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How to Understand Digital Video Terms

What should you keep in mind when taking or editing digital videos?

By
Eric Escobar
4-minute read
Episode #225

What Is FPS?

When you’re watching a video, you’re actually watching a ton of pictures one right after the other. It’s basically a flipbook where as you flip through the pages, an image appears to move. When you’re watching normal TV, the screen will typically show around 30 pictures a second, also known as frames. That’s where the term FPS comes from—frames per second. 

If you’re trying to catch the perfect moment of a sports game, or are riding your mountain bike down a hill and want a clear image, high frames per second would be best.

Why does frames per second matter? Well if you take a video at 120fps, that is 120 frames in one second. That’s 120 separate pictures. Higher FPS is best for fast moving video, or when you want to slow a video down for a slow motion effect. You’ll see camera’s advertised as being able to take a range of video from 480fps all the way down to 30fps. High fps is great for action cameras like the Sioeye and GoPro because it can easily capture everything that is happening, avoiding most blur.

What’s interesting though is that you’ll see cameras that can take videos in 1080p at 30 frames per second, but if you reduce the resolution to 720p they can take video at a faster framerate say 60 frames per second. Basically you can take really nice high definition video at lower speeds because the picture quality is much better, or you can take a lot of smaller pictures pretty quickly.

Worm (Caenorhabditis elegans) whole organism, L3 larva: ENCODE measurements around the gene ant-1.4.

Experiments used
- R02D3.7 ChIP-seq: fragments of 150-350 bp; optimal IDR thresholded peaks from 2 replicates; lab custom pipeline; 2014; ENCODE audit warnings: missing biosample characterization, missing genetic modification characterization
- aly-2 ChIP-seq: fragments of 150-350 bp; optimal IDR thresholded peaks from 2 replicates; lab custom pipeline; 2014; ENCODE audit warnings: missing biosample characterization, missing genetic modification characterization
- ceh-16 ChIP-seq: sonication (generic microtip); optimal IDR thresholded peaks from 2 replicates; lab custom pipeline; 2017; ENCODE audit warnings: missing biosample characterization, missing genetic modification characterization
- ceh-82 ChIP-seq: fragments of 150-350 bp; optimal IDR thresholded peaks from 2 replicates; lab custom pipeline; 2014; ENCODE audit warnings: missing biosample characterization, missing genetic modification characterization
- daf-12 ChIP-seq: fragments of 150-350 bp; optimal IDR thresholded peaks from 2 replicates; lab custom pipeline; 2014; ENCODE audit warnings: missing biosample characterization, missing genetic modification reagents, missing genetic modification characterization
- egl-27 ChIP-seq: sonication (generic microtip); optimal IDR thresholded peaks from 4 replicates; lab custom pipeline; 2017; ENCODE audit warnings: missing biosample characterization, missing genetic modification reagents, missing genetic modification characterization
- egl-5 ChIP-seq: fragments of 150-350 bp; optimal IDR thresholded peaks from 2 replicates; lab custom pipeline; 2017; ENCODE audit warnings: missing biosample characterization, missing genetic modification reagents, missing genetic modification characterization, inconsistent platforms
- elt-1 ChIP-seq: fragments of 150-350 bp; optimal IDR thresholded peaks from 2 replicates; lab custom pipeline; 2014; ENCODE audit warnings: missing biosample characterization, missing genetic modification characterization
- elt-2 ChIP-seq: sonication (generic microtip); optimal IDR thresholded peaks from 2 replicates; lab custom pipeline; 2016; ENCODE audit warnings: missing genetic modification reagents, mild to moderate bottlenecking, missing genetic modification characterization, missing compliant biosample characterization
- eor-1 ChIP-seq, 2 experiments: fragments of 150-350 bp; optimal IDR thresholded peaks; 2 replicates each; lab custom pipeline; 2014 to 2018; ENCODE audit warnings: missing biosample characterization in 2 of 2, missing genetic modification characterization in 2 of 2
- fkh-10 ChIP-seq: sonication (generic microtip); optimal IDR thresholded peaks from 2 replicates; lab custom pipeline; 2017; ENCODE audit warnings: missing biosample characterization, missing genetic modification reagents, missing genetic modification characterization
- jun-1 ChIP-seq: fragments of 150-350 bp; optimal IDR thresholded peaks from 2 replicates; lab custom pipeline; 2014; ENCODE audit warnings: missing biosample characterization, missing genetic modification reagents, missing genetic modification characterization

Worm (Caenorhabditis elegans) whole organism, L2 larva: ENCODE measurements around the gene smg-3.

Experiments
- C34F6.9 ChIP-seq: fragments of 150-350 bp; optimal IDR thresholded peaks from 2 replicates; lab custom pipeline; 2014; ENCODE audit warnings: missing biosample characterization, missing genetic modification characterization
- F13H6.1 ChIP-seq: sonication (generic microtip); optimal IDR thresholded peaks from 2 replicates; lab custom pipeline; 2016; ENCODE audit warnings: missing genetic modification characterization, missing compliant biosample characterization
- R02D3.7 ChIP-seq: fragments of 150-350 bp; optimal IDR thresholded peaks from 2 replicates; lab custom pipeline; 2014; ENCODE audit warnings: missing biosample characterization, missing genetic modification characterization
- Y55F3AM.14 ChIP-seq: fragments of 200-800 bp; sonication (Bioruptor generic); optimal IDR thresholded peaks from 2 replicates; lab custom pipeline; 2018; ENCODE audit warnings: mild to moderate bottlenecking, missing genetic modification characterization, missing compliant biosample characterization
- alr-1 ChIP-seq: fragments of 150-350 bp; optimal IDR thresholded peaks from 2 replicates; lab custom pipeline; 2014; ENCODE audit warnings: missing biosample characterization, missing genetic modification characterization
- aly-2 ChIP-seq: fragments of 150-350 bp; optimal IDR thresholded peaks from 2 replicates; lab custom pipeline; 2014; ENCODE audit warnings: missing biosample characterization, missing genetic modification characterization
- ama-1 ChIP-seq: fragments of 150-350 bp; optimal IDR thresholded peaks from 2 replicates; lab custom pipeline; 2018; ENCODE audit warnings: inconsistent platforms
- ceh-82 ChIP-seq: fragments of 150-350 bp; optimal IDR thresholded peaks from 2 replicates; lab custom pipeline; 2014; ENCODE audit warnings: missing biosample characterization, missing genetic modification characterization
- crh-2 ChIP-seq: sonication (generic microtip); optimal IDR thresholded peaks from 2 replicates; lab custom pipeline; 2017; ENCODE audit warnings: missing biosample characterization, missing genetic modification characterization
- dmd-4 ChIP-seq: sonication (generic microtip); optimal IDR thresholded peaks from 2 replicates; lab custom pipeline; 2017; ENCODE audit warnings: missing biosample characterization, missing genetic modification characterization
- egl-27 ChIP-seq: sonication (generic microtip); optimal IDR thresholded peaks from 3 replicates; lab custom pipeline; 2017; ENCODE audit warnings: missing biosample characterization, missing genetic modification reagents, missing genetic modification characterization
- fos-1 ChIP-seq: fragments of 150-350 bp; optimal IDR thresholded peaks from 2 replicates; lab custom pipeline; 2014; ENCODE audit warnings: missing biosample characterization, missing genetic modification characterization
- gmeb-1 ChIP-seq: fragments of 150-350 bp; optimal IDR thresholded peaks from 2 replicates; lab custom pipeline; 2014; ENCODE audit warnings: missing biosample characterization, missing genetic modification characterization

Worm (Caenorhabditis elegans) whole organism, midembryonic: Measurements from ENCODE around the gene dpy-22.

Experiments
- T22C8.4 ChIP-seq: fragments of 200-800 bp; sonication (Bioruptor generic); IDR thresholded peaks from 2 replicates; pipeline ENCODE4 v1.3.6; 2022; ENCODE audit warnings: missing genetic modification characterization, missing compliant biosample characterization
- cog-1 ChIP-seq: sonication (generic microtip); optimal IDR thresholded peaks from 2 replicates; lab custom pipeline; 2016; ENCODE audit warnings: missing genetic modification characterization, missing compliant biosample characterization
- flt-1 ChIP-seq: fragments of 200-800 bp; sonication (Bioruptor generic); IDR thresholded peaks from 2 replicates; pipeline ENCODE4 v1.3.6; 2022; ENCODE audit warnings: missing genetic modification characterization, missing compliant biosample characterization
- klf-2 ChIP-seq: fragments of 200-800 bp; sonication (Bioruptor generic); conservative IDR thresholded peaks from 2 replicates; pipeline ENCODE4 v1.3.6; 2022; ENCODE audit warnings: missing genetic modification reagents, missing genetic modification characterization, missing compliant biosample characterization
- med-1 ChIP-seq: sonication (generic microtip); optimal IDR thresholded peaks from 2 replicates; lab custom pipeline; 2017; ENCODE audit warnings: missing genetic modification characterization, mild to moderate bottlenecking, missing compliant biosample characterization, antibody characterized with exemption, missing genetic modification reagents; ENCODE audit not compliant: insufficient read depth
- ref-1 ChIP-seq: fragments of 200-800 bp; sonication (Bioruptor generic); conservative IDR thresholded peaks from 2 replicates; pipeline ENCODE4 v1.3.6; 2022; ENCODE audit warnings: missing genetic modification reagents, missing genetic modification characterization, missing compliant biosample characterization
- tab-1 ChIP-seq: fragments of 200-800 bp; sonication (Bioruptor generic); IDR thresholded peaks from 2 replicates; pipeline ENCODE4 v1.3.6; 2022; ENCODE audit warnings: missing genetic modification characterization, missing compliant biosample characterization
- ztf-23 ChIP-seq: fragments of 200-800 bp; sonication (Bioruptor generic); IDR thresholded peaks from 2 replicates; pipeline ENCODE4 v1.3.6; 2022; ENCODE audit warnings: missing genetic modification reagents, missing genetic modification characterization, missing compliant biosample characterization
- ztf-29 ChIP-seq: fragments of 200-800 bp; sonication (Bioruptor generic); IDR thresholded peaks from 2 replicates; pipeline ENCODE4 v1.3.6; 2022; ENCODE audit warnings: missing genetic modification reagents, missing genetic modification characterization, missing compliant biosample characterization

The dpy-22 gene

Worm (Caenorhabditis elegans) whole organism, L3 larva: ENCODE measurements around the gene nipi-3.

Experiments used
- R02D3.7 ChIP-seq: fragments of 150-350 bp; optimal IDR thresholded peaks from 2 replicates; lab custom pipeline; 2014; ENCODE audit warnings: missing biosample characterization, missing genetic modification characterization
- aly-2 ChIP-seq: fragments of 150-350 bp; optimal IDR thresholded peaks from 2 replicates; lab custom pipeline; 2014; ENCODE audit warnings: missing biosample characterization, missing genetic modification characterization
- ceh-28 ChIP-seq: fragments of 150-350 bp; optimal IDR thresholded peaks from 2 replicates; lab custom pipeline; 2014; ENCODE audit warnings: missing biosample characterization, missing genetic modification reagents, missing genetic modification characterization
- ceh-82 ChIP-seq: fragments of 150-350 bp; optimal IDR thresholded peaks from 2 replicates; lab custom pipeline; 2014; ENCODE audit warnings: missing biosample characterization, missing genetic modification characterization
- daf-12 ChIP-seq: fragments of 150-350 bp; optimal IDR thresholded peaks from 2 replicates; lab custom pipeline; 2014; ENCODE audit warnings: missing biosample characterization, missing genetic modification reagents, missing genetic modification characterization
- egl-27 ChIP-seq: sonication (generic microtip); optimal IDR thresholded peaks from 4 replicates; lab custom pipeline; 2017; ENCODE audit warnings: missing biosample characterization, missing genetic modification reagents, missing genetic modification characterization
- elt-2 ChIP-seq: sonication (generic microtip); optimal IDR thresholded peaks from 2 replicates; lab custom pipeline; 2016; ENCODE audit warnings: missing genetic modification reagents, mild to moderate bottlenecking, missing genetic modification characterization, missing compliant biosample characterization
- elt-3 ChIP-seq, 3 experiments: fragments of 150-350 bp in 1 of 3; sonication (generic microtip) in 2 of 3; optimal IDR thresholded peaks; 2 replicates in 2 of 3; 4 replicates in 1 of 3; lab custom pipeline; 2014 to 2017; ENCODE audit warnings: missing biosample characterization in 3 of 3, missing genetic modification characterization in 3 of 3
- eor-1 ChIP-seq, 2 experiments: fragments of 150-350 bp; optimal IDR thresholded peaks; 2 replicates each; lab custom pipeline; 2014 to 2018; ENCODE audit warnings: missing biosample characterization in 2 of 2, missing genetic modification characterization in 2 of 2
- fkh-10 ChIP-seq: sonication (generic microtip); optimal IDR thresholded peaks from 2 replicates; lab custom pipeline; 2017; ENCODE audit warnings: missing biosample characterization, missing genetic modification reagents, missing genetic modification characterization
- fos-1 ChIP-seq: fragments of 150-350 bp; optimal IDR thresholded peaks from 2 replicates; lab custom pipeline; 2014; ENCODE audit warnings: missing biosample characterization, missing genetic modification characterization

This becomes important when considering what you’re videotaping. If you’re trying to catch the perfect moment of a sports game, or are riding your mountain bike down a hill and want a clear image, high frames per second would be best. If you’re trying to take a video of slow moving scenery where speed isn’t an issue, you’ll opt for a higher resolution video over high fps.

What Is Hertz?

On TV’s you’ll often see hertz, abbreviated with Hz. This is for all intents and purposes framerate; it’s how often a pixel can change color on a TV. Hertz by definition is cycles per second and is typically used with radio. When a TV is advertised with having a 120Hz refresh rate, you can take that to mean it can display 120 frames a second.

The higher the hertz the more frames a TV can show, which for sports and action movies means a much better experience. However, keep in mind that anything passed 60hz is pretty much overkill and you’ll never notice the difference, nor will much video content be produced past 60fps.

Be sure to check out all my earlier episodes at techtalker.quickanddirtytips.com. And if you have further questions about this podcast or want to make a suggestion for a future episode, post them on Facebook.com/QDTtechtalker.

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About the Author

Eric Escobar

Tech Talker demystifies technology and cutting edge devices so that even the most tech illiterate can understand what's going on with their computer or gadget — and what to do when something goes wrong.

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